Dresses, Spiderman, and Gender Dysphoria: a Gender-Affirming Schema Therapy Approach by Cesar A. Gonzalez

Anatomy is Not Identity

After weeks 6 to 7 weeks into a fetus’ development, the expression of a gene induces changes that alter the trajectory of the development of a fetus’ sex characteristics and how expectant parents will eventually respond to the socially acceptable question of, “Are you having a boy or a girl?” In other words, “Are you expecting a baby with a penis or a vagina?” The moment this question is answered is when there are social rules put on the expectant parents and the unborn child. 

These sex characteristics guide social expectations of “what boys do” and “what girls do” and impact how individuals view themselves, others, and their futures – as well as which colors or clothing they will use, which recreational activities they will pursue, what occupations they will be encouraged to follow, and even how much emotion is acceptable to express, and let people know where it's available.


Schema Therapy and Latino Patients... A Cultural Approach by Carlos Rojas (USA)

A primary challenge in working with patients from different cultural backgrounds is being able to use cultural generalizations appropriately without losing sight of the individual patient. To succeed in this challenge, clinicians must keep in mind that variations occur between cultural subgroups just as individuals subscribe to group norms to varying degrees. Consideration of culture is essential in the process of diagnosis and treatment of culturally diverse patients.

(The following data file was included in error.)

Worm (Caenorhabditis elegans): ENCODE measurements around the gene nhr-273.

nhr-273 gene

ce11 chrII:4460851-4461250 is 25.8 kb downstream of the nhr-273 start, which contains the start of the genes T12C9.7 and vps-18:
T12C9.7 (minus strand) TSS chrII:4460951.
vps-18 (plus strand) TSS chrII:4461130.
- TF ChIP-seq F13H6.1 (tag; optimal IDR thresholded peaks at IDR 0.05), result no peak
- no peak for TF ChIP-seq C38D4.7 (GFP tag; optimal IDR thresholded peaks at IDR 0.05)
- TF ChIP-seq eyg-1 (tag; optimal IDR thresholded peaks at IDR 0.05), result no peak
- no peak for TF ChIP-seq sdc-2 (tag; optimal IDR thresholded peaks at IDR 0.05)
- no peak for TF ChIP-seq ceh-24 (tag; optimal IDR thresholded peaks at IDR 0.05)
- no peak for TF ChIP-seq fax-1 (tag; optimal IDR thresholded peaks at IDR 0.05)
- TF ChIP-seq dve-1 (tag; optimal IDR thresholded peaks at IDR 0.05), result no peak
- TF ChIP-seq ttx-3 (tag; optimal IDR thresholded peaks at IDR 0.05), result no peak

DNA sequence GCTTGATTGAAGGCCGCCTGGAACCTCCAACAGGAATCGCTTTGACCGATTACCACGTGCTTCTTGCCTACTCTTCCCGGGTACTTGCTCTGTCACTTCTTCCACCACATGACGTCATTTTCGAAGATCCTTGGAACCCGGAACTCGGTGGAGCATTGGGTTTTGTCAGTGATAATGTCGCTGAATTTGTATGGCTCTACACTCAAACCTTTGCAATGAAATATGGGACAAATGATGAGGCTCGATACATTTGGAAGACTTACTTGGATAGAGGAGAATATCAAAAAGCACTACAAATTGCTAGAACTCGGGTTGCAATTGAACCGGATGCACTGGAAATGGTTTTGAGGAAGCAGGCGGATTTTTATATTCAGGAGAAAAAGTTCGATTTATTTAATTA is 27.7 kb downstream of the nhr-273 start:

In the past decade the consideration of cultural factors has gained recognition in a variety of disciplines. In this article you will find a discussion of Latino cultural factors that are influential in the development of early maladaptive schemas (as defined within the Schema Therapy Model) and the propensity for specific schemas to develop within Latinos as a cultural group.


Treat the Soldier and Unlock the Healthy Adult by Megan Fry and Dr. Suzy Redston (Australia)

Generally, when a person with a military background comes for psychological treatment they have been unwell, with clinically significant symptoms for at least 12 months. There is a significantly higher 12-month prevalence of all mental illnesses compared to the general Australian population. For example, the prevalence of major depression (MDD) was 6.4% compared to 3.1% in general population (1).

Generally military personnel will present for treatment with more than one of the following problems; trauma, unstable mood, anxiety, alienation, hyperarousal or substance use including alcohol. When working with people who have been in any kind of military, it can be very difficult to soothe maladapted modes and release the Healthy Adult.

For the purposes of this article we shall discuss people who have been in the Army when they developed their psychological problems, however the general concepts can apply to other arms of a Defence Force. We shall aim to conceptualise the schema presented in terms of what draws people to join a Defence Force
 which can give clues to early maladapted schemas; how the training to be a soldier causes and strengthens maladapted coping modes and how these coping modes are not conducive with a healthy civilian adult. The final stage shall be a case study by one author (MF) to illustrate some of our ideas.